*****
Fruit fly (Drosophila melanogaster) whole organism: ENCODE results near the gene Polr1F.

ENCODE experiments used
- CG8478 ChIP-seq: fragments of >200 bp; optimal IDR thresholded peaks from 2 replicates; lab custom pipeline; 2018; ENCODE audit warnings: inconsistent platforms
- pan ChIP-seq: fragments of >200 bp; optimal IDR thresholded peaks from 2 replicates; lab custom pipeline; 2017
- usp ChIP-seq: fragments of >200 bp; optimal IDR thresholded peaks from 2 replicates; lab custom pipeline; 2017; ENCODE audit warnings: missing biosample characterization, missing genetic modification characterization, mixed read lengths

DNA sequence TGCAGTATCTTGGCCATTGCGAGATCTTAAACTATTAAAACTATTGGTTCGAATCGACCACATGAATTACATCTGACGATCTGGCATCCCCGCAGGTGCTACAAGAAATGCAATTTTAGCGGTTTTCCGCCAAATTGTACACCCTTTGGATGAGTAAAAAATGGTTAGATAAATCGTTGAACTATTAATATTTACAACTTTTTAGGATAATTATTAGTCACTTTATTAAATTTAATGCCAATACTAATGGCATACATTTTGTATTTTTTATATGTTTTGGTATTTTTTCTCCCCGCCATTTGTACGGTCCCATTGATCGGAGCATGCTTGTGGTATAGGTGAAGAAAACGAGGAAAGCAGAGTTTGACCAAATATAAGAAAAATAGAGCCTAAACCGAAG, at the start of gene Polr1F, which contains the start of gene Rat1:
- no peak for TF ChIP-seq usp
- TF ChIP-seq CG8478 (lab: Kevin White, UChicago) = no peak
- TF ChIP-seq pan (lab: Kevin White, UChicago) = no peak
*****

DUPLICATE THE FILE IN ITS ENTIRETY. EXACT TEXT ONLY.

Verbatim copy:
Fruit fly (Drosophila melanogaster) whole organism: ENCODE results near the gene Polr1F.

ENCODE experiments used
- CG8478 ChIP-seq: fragments of >200 bp; optimal IDR thresholded peaks from 2 replicates; lab custom pipeline; 2018; ENCODE audit warnings: inconsistent platforms
- pan ChIP-seq: fragments of >200 bp; optimal IDR thresholded peaks from 2 replicates; lab custom pipeline; 2017
- usp ChIP-seq: fragments of >200 bp; optimal IDR thresholded peaks from 2 replicates; lab custom pipeline; 2017; ENCODE audit warnings: missing biosample characterization, missing genetic modification characterization, mixed read lengths

DNA sequence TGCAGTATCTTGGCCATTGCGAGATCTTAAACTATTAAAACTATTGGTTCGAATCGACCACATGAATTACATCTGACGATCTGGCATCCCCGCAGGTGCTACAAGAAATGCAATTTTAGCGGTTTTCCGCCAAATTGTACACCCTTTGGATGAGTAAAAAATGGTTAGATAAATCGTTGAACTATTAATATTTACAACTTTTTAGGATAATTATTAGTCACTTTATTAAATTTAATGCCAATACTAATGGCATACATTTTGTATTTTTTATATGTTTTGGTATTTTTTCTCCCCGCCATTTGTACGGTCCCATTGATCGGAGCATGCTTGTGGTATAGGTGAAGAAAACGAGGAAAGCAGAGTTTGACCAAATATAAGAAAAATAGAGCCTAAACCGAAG, at the start of gene Polr1F, which contains the start of gene Rat1:
- no peak for TF ChIP-seq usp
- TF ChIP-seq CG8478 (lab: Kevin White, UChicago) = no peak
- TF ChIP-seq pan (lab: Kevin White, UChicago) = no peak